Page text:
Tiger sharks and smooth, great, and scalloped hammerhead sharks will be protected by law from fishing, possession, and sales in Florida state waters from now on. Each of the four sharks declined by fifty percent or more mainly due to overfishing, so enacting legal protection was necessary. Additionally, they use Florida waters for reproduction so fishing for them interferes with their ability to regenerate.
“We are one of the first states to have a prohibition on commercial and recreational shark harvest in state waters. This is an important step in protecting these species,” said a spokesperson from the Florida Fish and Wildlife Conservation Commission. (Source: News-Press.com)
An estimated 800,000 sharks were killed by recreational fisherman in Gulf coast and Atlantic waters between 2004 to 2008.
While the prevailing public perception of sharks is that they are dangerous and need to be eliminated or kept at very low levels, the reverse is actually true. The number of sharks attacks on humans worldwide is extremely small and as the top predators in their habitats, if they are removed the whole ecosystem can become unbalanced.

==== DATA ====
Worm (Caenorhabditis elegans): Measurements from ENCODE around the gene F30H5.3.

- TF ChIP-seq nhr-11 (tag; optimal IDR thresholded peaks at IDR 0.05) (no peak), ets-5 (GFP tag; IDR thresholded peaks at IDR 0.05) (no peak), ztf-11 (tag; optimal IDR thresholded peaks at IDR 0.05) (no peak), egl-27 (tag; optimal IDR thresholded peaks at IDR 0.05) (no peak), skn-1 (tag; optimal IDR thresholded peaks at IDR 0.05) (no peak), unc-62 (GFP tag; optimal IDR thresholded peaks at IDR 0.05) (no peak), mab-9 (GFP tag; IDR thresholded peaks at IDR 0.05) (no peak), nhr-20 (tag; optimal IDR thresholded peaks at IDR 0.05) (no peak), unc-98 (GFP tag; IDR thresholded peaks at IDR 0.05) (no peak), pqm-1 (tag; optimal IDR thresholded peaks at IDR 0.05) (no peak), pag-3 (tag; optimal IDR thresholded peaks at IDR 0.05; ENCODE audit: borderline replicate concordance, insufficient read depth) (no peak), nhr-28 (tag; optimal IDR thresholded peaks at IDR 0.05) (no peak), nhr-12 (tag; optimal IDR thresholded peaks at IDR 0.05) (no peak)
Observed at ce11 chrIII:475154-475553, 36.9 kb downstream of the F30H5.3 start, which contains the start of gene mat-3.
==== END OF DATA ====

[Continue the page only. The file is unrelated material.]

The fishing industry depends on balanced marine ecosystems to stay in business. For example, “A study in North Carolina showed that the loss of the great sharks increased the ray populations below them. As a result, the hungry rays ate all the bay scallops, forcing the fishery to close. Without scallops to eat, the rays have moved on to other bivalves.
The decline of the quahog, a key ingredient in clam chowder, is forcing many restaurants to remove this American classic from their menus. The disappearance of scallops and clams demonstrates that the elimination of sharks can cause harm to the economy in addition to ecosystems.” (Source: Oceana.org)
Another study in the Bahamas showed one reef shark can be worth $250,000 due to the ecotourism associated with it. To a fisherman the same shark might be worth just $50.
Image Credit: Josh Hallett/Wiki Commons